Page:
Shared drives overview

A shared drive is an organizational structure within Google Drive that lives parallel to My Drive. Shared drives support files owned by an organization rather than an individual user. An individual file can be organized within a shared drive or My Drive, but not both. However, Drive shortcuts can be used to point to files or folders from shared drives to My Drive, or the other way around.

Access control

Shared drives use a permission model similar to other content in Drive. Unlike files in My Drive, a group of users owns content within a shared drive. For more information about permissions, see Share files, folders, and drives.

Permission propagation

Like items in My Drive, permissions on parent items propagate downward to their children. However, within a shared drive, permissions are strictly expansive. For example, a user that has role=commenter for a shared drive cannot have their access level reduced at another point within the folder hierarchy. However, their access can be increased for a certain set of files.

Shared drive files must have exactly one parent. This means that shared drive files belong to a single shared drive and are located in a single location within that shared drive. Having a single location simplifies permission rules for shared drive files.

Compare member and file access

There are two classes of permissions in shared drives:

  • Member permissions are for users who have been granted access to the shared drive, either directly or through a group. Members can view the shared drive metadata, such as the shared drive's name. Members have access to all files within the shared drive, with the access level depending on the role given to the member, such as commenter or reader.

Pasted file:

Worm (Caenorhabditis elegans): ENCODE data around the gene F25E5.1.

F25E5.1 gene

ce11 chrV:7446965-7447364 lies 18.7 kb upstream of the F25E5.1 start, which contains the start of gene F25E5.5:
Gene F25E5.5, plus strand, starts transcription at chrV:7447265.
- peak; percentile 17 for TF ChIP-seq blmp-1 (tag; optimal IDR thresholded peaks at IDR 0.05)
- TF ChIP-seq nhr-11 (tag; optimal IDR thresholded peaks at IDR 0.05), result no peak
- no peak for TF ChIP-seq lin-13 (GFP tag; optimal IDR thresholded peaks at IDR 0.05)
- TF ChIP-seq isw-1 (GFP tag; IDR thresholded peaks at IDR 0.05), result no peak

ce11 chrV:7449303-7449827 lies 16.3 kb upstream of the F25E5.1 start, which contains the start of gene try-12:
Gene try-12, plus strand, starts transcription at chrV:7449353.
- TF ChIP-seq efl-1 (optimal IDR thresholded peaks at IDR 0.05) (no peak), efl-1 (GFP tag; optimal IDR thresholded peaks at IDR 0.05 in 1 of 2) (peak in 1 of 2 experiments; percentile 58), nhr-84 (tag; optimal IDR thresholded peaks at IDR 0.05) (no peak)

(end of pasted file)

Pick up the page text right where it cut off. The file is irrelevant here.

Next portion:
• File access permissions are for users who have been granted access to a subset of files within the shared drive. For example, sharing a single file to a user creates a file access permission.

An individual user can be a member of a shared drive and have file access permissions for files contained within the shared drive. A file access permission might be superseded if the user's membership in the shared drive grants them a greater level of access.

File permissions are revoked when the user is no longer a member of the shared drive, or if their member access level is reduced. Users also lose access to any files and folders in the shared drive that were directly shared with them.

Roles for shared drives

As with items in My Drive, each user in a shared drive is granted access with a specific role. These roles are used for shared drives:

  • The fileOrganizer role allows users to organize files within a shared drive and to move content into the trash.

  • The organizer role grants the same privileges as the fileOrganizer. It also allows users to permanently remove content and modify shared drive name and membership.

  • The writer role allows users to add files to shared drives and to share a shared drive item.

The owner role isn't allowed in shared drives.

For more information about roles and operations allowed in a shared drive, see Roles and permissions.

Members and organizer rules

Shared drives have both the organizerCount and memberCount fields. The values for these fields can decide who can access the shared drive. The following are the rules for organizerCount and memberCount fields:

  • Only administrators can manage a shared drive with an organizerCount of zero.

  • Only administrators can access a shared drive with a memberCount of zero.

  • Only administrators can access a shared drive with an organizerCount or memberCount greater than zero. This applies only if the remaining permissions are for empty groups or external users that were added before turning off sharing outside the domain.

  • The organizerCount and memberCount fields don't distinguish between members of the organization and external members.

  • Entities written on the file permission can access files inside a shared drive with a memberCount of zero.

For more information, see Search for shared drives.